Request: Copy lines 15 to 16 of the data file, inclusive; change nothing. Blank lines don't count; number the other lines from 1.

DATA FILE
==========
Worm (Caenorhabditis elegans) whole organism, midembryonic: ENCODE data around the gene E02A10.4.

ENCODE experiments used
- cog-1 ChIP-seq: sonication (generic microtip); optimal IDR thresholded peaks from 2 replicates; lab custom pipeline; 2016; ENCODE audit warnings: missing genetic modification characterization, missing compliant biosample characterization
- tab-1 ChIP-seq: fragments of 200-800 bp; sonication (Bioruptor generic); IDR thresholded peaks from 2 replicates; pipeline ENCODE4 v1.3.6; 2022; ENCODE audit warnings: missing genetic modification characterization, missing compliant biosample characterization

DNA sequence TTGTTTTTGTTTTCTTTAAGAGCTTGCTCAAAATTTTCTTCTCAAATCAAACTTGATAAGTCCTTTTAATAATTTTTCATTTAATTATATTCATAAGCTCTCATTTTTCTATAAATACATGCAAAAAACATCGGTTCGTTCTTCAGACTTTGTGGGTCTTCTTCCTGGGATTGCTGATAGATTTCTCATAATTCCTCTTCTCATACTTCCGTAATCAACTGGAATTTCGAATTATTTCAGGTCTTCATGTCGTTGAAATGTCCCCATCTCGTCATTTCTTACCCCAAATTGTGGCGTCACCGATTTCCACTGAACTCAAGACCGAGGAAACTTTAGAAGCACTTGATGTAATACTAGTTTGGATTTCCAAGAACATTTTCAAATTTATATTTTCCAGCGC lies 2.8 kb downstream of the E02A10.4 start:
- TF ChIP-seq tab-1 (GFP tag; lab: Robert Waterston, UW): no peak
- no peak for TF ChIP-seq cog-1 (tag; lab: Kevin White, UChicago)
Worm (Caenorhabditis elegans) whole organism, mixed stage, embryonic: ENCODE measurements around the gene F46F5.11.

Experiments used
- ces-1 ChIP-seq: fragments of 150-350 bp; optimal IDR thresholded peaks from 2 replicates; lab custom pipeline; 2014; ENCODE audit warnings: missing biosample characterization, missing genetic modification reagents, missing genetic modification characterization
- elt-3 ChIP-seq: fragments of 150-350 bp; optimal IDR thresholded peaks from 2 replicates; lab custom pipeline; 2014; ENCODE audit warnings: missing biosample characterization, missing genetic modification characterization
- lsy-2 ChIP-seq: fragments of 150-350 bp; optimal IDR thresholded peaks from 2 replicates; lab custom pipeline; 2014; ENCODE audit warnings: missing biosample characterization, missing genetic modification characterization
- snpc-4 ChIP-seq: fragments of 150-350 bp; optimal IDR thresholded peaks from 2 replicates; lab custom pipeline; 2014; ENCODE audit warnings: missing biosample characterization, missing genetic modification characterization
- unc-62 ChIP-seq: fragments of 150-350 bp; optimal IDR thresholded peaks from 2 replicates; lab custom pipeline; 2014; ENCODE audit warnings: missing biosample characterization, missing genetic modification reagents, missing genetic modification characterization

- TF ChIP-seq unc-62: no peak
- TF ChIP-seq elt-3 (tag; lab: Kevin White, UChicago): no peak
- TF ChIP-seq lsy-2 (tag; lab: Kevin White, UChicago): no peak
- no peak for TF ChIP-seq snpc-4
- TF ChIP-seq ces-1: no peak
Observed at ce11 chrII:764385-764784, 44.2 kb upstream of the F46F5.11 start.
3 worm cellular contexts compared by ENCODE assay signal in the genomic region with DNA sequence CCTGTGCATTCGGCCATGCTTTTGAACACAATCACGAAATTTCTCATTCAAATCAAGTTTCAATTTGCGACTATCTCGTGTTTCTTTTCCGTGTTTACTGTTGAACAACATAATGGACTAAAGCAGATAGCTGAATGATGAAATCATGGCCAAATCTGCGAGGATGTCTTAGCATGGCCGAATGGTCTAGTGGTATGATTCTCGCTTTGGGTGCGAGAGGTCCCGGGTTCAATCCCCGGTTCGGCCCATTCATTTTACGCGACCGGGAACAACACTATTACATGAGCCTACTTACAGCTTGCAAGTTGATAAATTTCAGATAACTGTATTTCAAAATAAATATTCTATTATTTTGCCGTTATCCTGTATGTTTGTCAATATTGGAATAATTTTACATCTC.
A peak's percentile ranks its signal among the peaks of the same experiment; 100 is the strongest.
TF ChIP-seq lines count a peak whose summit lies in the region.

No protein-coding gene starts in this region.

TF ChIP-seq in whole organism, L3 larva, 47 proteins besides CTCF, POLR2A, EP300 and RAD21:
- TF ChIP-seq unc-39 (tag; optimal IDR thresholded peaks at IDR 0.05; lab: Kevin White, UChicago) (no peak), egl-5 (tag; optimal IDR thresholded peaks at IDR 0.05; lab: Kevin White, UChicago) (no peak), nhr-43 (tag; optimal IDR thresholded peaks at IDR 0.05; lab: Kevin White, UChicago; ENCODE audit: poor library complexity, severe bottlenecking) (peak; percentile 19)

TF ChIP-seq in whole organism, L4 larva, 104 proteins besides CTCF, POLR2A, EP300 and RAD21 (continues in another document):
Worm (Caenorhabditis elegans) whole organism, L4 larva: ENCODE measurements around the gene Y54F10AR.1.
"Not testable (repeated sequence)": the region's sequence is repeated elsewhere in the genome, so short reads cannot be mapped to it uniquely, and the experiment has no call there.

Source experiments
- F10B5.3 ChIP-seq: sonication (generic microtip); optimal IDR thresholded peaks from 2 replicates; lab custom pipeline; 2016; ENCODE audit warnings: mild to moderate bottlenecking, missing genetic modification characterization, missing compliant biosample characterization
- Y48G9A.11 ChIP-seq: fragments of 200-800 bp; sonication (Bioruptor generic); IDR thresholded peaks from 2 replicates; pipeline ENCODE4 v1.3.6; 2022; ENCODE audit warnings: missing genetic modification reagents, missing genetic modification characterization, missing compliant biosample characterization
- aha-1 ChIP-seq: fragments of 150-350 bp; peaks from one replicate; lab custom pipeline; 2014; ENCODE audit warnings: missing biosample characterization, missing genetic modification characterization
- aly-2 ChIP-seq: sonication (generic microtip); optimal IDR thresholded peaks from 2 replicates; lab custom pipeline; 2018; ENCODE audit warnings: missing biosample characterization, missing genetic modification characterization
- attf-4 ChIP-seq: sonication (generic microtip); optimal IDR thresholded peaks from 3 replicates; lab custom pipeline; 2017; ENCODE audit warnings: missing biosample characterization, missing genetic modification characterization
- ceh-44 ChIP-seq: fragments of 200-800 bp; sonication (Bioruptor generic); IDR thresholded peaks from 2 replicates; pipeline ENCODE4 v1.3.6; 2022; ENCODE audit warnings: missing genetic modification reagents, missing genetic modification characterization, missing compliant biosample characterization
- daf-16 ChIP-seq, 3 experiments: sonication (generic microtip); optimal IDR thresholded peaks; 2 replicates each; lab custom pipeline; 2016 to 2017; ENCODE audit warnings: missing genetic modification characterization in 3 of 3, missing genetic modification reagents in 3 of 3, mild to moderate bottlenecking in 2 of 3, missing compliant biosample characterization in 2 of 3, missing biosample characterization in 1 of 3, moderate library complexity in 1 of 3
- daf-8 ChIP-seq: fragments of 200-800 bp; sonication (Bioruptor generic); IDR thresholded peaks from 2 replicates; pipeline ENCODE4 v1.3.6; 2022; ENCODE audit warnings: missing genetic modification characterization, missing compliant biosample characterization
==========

- TF ChIP-seq unc-62: no peak
- TF ChIP-seq elt-3 (tag; lab: Kevin White, UChicago): no peak